Italy 1977 : Dario Argento : 95-97 mins
There have probably been weirder, artier, funnier and gorier horror films than Suspiria, but none have come anywhere near combining all of these elements to more dazzling effect than Argento’s masterpiece. But it isn’t enough to proclaim the movie as the best of its genre – this is a rare, possibly unique example of a genuine auteur remaining true to his own personal vision, while at the same time satisfying the demands of the commercial market. A major hit on both sides of the Atlantic on its initial release, Suspiria has enjoyed a long afterlife as a video and DVD favourite. But abandon all notions that great cinema must mean ‘well-made’ movies: Argento doesn’t worry about plotting, characterisation, acting, or making much sense, so neither should we.
The storyline, which sees American ballet student Suzy Banyon (Jessica Harper) arriving to study at a prestigious German tanzakademie, only to discover it’s a front for a coven of murderous witches, is just an excuse for a series of outrageously stylish (and often remarkably bloodthirsty) set-pieces. Argento aims for, and achieves, total sensory overload: every frame is meticulously designed, with special attention paid to gaudy colour schemes, while the deafening, quadrophonic soundtrack transports the viewer into a disorienting universe, delicately balanced between horror and an unexpected but entirely deliberate absurdity. The multi-layered electronic score, partly composed and performed by Argento himself, put John Carpenter’s contemporary synth noodlings firmly in their place.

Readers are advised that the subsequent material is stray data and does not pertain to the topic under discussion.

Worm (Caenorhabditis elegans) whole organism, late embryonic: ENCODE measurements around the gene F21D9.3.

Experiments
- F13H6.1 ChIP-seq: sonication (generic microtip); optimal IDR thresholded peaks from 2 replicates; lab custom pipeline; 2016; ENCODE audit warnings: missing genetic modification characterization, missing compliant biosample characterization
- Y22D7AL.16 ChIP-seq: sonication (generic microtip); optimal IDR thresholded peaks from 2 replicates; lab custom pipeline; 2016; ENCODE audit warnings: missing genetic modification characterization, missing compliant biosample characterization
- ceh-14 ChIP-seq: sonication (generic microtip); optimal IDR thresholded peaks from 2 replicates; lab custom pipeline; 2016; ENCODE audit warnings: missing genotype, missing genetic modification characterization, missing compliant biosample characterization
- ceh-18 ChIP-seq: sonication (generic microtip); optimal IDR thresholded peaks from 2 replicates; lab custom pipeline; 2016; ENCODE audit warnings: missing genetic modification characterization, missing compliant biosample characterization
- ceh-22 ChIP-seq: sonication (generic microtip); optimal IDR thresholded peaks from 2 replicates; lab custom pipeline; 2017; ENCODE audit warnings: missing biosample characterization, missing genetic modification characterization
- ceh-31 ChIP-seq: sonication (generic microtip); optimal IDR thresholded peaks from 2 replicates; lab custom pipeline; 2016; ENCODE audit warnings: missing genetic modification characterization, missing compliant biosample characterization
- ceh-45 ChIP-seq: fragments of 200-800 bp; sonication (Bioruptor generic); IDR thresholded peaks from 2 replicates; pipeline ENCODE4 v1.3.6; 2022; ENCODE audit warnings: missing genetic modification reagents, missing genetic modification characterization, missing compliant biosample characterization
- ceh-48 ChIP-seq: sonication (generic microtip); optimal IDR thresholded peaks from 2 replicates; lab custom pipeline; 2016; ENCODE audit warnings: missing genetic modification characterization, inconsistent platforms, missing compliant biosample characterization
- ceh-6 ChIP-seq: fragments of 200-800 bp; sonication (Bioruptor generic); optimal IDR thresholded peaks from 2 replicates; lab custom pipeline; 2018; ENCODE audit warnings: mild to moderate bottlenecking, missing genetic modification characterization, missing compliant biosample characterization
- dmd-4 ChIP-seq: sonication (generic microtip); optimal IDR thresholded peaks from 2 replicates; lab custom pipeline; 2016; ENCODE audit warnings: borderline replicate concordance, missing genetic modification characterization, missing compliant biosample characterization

But you’ll search in vain for Suspiria among ‘ten best’ lists of the seventies – there’s no mention of Argento at all in any of Pauline Kael’s published volumes of criticism, and David Thomson omits him from all editions of his Biographical Dictionary of Cinema. There’s no denying his career has been, to say the least, erratic. But when he manages to make it all come together, as here, it’s hard to think of another director, of any era, in any country, who has used cinema with anything like as much invention, wit, and sheer technical skill.
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29th May, 2001
by Neil Young